Donald Trump is a bombastic, insufferable, degenerate, unrepentant adulterer and liar, a hideously immoral heathen who, regardless of some positive accomplishments (such as boosting conservative federal judiciary and standing up somewhat to Red China) has soiled the office of the Presidency through his prideful ignorance and repugnantly undignified behavior, damaged Christianity via sellout pastors who have pandered his favor, and set back the cause of conservatism for years to come, simply by association. Leftism is a festering, maggot-ridden, gangrenous ideological rot on the faces of governance and social order, and a “divide and conquer” tool of the evil enemy that will consume this nation’s youth and future in its deviously delusional stench, if unchecked by the forces of sanity. Both statements can be true. Both are. And both truths are why it’s not hard to see the end times approaching. The good news? We who follow the Lord know who wins in the end. Keep the faith.

Lessons: Retraction of Highly Publicized Study on Religious Children

Yet another published social-science/humanities study has been retracted formally. This one got huge attention from secular (of course!) media for supposedly showing that religious children were less generous & altruistic.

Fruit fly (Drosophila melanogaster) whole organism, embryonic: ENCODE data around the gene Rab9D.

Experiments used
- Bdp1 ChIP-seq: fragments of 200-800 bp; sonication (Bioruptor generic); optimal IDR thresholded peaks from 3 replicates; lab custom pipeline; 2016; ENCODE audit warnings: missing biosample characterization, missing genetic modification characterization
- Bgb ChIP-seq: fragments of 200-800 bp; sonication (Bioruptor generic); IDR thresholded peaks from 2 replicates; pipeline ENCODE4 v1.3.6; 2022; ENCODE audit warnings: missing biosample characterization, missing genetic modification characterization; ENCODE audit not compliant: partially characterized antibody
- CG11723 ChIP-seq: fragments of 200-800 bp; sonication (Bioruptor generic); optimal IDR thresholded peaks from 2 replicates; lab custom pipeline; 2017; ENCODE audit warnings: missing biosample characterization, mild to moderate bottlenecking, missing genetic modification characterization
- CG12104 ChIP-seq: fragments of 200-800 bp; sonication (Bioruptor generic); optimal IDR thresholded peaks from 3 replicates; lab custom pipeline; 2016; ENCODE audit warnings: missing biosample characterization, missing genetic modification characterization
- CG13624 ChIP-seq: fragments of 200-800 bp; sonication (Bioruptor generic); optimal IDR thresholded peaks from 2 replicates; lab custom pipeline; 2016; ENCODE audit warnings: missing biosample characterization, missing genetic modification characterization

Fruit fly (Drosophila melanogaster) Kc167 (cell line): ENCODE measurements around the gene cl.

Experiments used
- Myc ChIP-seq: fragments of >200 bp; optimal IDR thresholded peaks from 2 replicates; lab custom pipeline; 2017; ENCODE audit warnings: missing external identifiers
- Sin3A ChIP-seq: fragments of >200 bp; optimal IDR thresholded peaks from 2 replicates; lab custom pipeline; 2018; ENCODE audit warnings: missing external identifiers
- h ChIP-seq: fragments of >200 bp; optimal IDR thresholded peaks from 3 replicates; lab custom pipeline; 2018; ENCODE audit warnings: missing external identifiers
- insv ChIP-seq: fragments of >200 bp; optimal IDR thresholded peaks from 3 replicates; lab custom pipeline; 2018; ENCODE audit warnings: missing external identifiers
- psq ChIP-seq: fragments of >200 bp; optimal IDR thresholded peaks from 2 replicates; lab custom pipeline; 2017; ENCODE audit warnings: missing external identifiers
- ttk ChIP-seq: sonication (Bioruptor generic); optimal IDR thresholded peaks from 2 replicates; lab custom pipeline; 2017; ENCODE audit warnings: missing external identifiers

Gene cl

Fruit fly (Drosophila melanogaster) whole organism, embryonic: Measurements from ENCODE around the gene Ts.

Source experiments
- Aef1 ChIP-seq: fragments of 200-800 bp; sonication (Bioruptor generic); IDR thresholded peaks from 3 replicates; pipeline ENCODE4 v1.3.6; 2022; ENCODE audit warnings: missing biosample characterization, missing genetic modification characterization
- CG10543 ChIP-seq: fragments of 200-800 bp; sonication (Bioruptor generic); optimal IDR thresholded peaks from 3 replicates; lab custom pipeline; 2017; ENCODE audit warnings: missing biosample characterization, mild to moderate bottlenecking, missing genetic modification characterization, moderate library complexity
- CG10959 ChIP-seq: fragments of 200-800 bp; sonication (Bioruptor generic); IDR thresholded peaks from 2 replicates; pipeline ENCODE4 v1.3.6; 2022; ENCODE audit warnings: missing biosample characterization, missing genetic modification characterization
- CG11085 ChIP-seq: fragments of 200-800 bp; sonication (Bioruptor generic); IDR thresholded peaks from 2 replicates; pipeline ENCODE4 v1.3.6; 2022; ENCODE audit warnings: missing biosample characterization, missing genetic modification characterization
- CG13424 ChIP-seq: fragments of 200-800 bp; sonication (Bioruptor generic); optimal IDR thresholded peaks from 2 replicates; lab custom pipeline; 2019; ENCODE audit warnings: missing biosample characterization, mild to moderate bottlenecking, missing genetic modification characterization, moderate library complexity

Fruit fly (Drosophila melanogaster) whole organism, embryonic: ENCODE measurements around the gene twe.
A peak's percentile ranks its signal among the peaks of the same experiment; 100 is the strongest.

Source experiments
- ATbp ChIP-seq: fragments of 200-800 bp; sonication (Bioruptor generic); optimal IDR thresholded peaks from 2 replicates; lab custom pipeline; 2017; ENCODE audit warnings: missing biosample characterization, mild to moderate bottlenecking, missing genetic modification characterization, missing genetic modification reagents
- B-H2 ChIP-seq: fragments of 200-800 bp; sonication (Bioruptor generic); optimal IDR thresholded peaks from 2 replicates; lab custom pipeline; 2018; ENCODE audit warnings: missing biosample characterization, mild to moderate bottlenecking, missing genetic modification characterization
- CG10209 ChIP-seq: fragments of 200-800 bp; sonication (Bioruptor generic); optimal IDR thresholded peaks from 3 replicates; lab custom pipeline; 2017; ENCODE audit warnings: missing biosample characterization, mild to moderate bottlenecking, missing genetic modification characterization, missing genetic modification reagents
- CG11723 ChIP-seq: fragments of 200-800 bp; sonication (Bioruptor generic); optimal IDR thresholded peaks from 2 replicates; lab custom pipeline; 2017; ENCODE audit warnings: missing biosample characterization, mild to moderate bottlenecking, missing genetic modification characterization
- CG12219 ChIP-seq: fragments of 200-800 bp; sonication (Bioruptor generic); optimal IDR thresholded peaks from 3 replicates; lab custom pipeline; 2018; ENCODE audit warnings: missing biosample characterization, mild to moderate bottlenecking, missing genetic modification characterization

Fortunately other scientists, who had been doing similar work with different data, and whose work (along with prior studies) showed much the opposite, didn’t buy it. They suspected something was awry with those results…rightly so! They asked for the study data, got it, reproduced the analyses, and found that the results were indeed bad, due to a simple coding error. See the link I provided above for more details on how this mess happened.

Another festering sore has appeared on the face of peer review as a practice, science as a whole, and on “soft science” humanities in particular. Lessons are many, and include:

  • Peer review is good, but not always good enough. Not just in the “soft sciences” either! It can miss important analytic flaws, as I have seen first-hand in physical (atmospheric) science. I find minor errors in published papers often, and mostly e-mail authors directly about them. Once, however, the problems were so numerous and crucial that I lead-authored a published rebuttal of many points in a formally peer-reviewed work that had appeared in an AMS journal.